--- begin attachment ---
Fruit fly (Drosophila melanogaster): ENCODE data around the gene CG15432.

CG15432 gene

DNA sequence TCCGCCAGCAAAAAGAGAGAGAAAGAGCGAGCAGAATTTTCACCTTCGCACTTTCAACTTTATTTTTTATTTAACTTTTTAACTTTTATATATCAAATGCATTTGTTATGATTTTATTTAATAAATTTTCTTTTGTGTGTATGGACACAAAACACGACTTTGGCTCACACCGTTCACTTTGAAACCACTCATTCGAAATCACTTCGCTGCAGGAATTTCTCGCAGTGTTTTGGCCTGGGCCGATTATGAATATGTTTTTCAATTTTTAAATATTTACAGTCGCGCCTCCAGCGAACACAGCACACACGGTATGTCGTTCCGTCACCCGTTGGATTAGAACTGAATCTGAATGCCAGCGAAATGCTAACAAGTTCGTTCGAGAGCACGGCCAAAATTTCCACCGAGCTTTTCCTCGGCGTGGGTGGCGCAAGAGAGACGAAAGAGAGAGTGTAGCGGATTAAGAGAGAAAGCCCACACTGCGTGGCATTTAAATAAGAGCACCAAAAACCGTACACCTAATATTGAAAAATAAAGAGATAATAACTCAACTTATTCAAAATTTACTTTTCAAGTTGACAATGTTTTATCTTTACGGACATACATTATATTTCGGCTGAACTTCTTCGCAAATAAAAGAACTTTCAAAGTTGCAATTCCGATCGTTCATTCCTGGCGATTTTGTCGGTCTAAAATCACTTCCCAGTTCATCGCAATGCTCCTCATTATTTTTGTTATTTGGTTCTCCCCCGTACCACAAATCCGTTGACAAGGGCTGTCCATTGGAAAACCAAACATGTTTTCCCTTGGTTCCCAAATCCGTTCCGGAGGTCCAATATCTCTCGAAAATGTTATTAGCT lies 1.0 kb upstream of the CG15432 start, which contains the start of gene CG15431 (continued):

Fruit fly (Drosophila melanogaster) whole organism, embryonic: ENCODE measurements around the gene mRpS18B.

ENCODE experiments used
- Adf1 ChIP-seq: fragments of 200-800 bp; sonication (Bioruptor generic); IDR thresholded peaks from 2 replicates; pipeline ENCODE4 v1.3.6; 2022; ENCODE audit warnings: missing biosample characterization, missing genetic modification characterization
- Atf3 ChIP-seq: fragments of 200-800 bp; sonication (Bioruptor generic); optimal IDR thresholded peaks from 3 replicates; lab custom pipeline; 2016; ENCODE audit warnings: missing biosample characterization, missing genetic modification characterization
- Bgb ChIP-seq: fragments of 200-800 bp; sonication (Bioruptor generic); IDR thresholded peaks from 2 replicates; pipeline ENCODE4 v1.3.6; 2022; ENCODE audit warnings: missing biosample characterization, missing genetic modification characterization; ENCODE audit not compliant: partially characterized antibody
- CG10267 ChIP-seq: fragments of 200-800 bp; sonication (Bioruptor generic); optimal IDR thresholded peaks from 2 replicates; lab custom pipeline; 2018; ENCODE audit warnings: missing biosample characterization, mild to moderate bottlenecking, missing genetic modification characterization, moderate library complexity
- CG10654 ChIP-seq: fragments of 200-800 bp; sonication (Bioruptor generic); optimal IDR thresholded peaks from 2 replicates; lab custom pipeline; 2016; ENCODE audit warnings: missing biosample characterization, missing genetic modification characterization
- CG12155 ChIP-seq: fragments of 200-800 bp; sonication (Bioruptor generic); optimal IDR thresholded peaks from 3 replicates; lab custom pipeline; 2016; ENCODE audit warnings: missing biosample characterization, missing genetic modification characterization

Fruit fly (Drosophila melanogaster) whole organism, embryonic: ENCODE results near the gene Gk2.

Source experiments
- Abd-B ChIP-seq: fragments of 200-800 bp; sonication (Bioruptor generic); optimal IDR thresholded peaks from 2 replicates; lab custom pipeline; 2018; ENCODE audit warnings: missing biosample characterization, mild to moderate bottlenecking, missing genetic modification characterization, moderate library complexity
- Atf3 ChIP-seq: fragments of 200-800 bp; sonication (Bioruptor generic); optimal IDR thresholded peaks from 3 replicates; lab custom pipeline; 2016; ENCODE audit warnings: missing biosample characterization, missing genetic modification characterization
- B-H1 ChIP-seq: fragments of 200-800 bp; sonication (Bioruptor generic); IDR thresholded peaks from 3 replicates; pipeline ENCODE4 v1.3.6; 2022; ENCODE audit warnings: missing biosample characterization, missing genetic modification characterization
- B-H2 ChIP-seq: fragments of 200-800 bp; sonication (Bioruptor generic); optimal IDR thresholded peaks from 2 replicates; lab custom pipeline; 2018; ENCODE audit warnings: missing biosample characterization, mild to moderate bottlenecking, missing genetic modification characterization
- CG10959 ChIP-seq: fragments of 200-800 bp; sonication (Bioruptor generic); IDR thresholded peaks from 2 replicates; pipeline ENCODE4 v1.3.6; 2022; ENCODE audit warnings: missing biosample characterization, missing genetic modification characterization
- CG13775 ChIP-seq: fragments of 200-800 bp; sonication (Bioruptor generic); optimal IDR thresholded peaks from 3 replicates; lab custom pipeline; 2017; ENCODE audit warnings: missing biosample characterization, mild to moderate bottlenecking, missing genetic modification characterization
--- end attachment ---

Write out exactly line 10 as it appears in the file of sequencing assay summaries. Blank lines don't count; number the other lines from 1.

- CG10654 ChIP-seq: fragments of 200-800 bp; sonication (Bioruptor generic); optimal IDR thresholded peaks from 2 replicates; lab custom pipeline; 2016; ENCODE audit warnings: missing biosample characterization, missing genetic modification characterization